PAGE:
Bridging the procurement gap

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The Institute for Supply Management, the largest trade association for corporate purchasing professionals, published an analysis just a few years ago that outlined the attitudinal and behavioral changes required in this procurement field as it continued to expand in size, importance and influence within the corporate world.

Practitioners were urged to be "future oriented" and to meet the "interests and concerns of senior management" by being "strategic in relation to the competitive imperatives of the organization" and to "identify what might provide value and uniqueness to the organization's offerings in its marketplaces."

Strategic! Aligned with senior-management concerns! Focused on competitive advantage! Aimed at enhancing value-added and unique marketplace offerings! This is a very solid strategic road map for an increasingly important corporate activity.

Reality vs. goals

In practice, however, the corporate-procurement reality that many of us in the advertising and marketing-services agency world encounter more and more regularly is far different. As procurement officers take on an expanded role in client/agency relationships, we're seeing information requests and decisions that are clearly much more tactical than strategic in their perspective. Much more focused on cutting costs for its own sake than adding value as part of our clients' strategic missions. And much more a treatment of agencies as generic suppliers than as unique offerings that can help our clients (who are, importantly, their employers!) grow and build competitive advantage.

This is not exactly collaborative. Or future-oriented.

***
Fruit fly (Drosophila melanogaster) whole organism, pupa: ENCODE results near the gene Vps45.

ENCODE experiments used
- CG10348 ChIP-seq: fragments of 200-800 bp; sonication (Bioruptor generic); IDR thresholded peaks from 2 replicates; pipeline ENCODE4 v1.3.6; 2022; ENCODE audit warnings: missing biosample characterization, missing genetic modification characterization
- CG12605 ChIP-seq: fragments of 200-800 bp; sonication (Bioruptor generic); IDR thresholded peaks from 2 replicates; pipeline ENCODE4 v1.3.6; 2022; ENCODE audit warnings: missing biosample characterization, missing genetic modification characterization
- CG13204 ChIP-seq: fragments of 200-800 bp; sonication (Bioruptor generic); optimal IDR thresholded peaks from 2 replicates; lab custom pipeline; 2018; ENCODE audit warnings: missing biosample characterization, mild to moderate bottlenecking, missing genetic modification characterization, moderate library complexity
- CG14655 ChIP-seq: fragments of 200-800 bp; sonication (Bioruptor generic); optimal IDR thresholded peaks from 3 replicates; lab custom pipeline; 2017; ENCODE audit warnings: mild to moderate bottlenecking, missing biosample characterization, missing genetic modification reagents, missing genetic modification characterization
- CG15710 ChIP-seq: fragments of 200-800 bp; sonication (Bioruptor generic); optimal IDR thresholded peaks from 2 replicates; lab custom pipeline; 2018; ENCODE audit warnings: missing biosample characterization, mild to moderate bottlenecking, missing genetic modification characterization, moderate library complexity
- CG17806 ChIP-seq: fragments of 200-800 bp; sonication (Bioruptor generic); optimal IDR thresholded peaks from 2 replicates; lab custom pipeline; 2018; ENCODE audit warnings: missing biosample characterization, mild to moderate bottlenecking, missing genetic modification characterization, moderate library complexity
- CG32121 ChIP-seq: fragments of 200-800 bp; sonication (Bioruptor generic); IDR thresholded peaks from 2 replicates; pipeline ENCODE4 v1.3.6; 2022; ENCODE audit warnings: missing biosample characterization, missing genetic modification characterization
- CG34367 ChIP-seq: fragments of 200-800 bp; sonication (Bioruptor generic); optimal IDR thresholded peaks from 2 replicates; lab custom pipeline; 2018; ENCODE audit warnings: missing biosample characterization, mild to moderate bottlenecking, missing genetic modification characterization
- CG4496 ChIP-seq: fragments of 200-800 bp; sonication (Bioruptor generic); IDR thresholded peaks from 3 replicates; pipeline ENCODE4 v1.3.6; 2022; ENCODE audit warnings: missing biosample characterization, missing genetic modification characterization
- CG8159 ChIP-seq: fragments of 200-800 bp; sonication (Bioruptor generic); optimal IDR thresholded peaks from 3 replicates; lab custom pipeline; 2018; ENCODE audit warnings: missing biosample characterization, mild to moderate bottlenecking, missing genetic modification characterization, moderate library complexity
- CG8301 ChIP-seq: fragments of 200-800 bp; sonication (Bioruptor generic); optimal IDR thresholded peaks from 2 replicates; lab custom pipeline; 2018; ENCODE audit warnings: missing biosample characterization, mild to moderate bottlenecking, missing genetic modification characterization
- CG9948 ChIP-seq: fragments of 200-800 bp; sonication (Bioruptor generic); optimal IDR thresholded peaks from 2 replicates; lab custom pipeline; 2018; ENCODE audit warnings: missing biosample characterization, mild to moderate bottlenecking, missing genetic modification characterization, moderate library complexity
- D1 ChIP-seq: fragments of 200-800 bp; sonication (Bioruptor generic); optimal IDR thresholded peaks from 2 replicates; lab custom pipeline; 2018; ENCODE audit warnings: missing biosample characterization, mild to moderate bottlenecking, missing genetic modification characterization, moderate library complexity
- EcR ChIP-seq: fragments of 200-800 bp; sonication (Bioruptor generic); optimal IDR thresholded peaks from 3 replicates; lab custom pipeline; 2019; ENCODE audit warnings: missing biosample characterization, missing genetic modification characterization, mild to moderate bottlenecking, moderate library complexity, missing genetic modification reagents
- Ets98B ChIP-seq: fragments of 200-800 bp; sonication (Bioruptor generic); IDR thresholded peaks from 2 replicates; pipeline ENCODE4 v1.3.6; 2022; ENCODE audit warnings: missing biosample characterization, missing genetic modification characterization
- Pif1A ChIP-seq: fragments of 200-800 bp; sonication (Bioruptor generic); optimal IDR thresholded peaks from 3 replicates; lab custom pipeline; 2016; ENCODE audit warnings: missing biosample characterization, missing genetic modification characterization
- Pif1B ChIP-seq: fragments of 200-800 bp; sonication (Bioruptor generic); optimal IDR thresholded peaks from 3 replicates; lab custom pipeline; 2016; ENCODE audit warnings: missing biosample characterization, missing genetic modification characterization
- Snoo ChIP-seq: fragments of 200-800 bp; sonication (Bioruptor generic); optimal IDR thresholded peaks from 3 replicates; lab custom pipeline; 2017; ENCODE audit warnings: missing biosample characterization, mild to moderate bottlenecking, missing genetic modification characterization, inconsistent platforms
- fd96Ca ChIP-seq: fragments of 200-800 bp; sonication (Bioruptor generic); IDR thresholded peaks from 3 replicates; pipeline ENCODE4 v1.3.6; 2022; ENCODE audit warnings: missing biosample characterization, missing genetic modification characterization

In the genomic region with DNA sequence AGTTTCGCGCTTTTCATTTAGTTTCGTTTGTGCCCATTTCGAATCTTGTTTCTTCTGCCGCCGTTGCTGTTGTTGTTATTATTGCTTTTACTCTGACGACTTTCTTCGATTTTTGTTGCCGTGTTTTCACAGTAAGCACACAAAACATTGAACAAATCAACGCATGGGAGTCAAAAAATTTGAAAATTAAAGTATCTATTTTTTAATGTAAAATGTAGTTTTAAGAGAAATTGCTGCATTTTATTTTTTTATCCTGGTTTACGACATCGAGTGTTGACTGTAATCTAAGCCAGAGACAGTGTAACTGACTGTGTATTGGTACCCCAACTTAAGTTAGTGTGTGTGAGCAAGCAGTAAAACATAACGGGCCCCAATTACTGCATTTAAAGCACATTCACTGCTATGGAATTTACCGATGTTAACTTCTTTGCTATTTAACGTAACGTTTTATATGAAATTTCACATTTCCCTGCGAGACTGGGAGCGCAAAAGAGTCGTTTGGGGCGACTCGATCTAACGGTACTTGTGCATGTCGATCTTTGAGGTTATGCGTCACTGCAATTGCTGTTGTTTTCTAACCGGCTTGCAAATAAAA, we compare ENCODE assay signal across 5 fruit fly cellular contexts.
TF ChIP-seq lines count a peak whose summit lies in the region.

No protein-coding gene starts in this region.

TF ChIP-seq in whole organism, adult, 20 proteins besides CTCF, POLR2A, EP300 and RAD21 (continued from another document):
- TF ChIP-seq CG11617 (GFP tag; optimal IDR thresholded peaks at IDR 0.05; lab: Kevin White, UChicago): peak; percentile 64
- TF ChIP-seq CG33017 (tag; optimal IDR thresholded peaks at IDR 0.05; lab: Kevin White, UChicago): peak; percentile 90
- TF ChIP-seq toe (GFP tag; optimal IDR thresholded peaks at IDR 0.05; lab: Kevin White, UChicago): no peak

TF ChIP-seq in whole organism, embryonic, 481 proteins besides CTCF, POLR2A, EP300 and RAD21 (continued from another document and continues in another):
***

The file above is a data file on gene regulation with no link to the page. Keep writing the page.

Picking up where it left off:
Because of how rapidly procurement professionals are expanding their domain into marketing services, this is an issue we need to address with some urgency. Procurement is no longer a routine ordering process, but a way to deliver shareholder value. Purchasing magazine notes many publicly owned corporations are explicitly promising improved profits directly as a result of purchasing and supply-management cost savings. And to drive this, as a recent Harvard Business Review article noted, these companies are rewarding purchasing managers with incentives based on cost-cutting results. Given the reward system, it's not surprising that nurturing creative quality and long-standing relationships with agencies are not the priorities they should be. Hasn't American business learned enough about the risks and disadvantages of overly focusing on short-term gains?

At the same time, ad and marketing-services agencies should not battle the overall trend. Corporations are right to recognize that they can centralize and widen certain expertise-based functions in the name of achieving greater efficiency. And our ongoing mission must be to strive continuously for improved accountability and transparency.